className="aa-Form"
{...autocomplete.getFormProps({ inputElement: inputRef.current })}
>
<input ref={inputRef} {...autocomplete.getInputProps({})} />
</form>
{/* ... */}
</div>
);
}

The getFormProps prop getter handles submit and reset events. It also respectively blurs and focuses the input when these events happen. You need to pass the inputElement when calling getFormProps to leverage this functionality.

You can also add a label that represents the input and use the getLabelProps prop getter:

Autocomplete.jsx
function Autocomplete() {
// ...
const inputRef = React.useRef(null);
return (
<div className="aa-Autocomplete" {...autocomplete.getRootProps({})}>
<form
className="aa-Form"
{...autocomplete.getFormProps({ inputElement: inputRef.current })}
>
<div className="aa-InputWrapperPrefix">
<label className="aa-Label" {...autocomplete.getLabelProps({})}>
Search
</label>
</div>
<div className="aa-InputWrapper">
<input
className="aa-Input"
ref={inputRef}
{...autocomplete.getInputProps({})}
/>
</div>
</form>
{/* ... */}
</div>
);
}

Another good practice for search inputs is to display a reset button. You can conditionally display it based on if there's a query.

Autocomplete.jsx
function Autocomplete() {
// ...
return (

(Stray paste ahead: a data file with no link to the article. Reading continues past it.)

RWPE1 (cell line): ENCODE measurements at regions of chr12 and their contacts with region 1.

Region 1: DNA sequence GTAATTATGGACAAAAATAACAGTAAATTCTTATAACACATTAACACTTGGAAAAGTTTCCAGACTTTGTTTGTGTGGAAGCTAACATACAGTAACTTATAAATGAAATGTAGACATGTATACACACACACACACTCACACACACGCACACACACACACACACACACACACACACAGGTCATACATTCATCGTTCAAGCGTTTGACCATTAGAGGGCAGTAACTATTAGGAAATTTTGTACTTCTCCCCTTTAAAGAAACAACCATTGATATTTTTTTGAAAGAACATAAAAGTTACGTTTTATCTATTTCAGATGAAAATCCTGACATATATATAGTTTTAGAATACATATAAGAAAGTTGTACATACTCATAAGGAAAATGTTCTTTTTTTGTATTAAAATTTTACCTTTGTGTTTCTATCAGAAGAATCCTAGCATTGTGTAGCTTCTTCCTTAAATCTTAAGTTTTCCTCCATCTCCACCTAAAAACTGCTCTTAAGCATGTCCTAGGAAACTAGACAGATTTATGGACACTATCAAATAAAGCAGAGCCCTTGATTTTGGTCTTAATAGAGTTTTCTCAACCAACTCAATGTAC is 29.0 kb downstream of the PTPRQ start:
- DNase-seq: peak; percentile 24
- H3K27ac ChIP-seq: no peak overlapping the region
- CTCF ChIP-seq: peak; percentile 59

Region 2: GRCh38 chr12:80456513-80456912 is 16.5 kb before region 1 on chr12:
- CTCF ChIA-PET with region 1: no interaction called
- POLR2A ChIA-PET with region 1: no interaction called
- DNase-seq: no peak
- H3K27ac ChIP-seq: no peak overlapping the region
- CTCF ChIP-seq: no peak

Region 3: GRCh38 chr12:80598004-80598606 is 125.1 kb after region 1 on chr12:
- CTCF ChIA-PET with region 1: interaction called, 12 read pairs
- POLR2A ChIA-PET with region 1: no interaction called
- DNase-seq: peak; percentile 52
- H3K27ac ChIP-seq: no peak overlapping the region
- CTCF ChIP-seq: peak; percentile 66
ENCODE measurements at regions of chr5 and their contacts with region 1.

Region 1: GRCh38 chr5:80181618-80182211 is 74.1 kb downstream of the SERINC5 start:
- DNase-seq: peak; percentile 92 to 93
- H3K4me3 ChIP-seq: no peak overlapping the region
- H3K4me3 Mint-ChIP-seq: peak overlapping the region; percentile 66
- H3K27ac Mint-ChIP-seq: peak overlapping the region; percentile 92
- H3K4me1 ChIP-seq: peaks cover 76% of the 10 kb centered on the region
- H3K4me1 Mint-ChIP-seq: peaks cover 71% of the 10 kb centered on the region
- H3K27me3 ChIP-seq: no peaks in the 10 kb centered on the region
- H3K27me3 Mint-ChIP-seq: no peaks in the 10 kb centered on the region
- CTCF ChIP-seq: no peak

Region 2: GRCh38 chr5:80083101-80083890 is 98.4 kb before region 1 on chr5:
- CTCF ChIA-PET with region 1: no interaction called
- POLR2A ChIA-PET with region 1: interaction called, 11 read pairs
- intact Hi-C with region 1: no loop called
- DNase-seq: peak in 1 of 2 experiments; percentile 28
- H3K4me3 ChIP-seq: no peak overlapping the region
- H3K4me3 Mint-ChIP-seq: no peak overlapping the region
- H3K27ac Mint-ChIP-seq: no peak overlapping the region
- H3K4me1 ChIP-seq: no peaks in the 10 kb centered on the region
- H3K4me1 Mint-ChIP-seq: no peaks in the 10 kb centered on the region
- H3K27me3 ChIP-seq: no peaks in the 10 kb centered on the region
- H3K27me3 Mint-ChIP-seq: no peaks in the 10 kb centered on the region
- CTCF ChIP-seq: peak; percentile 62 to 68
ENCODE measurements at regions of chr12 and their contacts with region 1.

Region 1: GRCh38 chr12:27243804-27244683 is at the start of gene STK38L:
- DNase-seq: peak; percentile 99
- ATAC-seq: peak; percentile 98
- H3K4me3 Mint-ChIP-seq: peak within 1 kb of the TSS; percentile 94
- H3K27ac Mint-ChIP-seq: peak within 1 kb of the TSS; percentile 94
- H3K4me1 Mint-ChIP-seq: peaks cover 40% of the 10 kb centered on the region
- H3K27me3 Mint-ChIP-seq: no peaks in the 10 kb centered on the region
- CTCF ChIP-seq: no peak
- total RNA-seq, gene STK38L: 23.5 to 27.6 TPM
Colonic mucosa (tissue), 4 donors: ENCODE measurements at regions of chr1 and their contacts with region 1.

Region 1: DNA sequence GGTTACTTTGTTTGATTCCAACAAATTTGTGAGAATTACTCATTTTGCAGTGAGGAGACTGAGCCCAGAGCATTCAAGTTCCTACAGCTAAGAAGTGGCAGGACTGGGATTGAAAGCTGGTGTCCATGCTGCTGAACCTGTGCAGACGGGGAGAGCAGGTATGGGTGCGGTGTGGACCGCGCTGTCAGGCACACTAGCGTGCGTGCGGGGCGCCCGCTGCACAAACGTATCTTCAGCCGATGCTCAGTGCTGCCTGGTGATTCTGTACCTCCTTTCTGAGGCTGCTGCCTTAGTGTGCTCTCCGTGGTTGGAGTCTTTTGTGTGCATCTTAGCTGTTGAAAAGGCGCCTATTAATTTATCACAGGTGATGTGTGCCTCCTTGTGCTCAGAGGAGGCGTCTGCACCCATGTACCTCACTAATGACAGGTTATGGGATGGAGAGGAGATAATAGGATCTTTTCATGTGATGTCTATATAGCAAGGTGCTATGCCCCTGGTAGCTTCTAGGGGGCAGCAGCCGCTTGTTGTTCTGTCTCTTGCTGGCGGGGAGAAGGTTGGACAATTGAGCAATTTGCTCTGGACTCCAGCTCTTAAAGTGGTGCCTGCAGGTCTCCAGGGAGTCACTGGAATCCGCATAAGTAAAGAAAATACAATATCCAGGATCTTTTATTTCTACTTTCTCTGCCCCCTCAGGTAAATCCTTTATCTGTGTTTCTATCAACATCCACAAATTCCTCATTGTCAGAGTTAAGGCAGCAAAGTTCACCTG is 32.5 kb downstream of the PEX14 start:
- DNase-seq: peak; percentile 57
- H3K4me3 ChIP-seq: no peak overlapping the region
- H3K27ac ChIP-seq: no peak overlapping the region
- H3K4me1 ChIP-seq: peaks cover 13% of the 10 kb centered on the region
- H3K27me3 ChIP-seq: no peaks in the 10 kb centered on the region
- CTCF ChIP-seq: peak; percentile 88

<div className="aa-Autocomplete" {...autocomplete.getRootProps({})}>
<form
className="aa-Form"
{...autocomplete.getFormProps({ inputElement: inputRef.current })}
>
<div className="aa-InputWrapperPrefix">
<label className="aa-Label" {...autocomplete.getLabelProps({})}>
Search
</label>
</div>
<div className="aa-InputWrapper">
<input
className="aa-Input"
ref={inputRef}
{...autocomplete.getInputProps({})}
/>
</div>
<div className="aa-InputWrapperSuffix">
<button className="aa-ClearButton" title="Clear" type="reset">
</button>
</div>
</form>
{/* ... */}
</div>
);
}

Reacting to the network#

Displaying UI hints when the network is unstable helps users understand why results are not updating in real time. You can rely on the status to determine this:

Autocomplete.jsx
function Autocomplete() {
// ...
return (
<div className="aa-Autocomplete" {...autocomplete.getRootProps({})}>
{/* ... */}
{autocompleteState.isOpen && (
<div
className={[
'aa-Panel',
autocompleteState.status === 'stalled' && 'aa-Panel--stalled',
]
.filter(Boolean)
.join(' ')}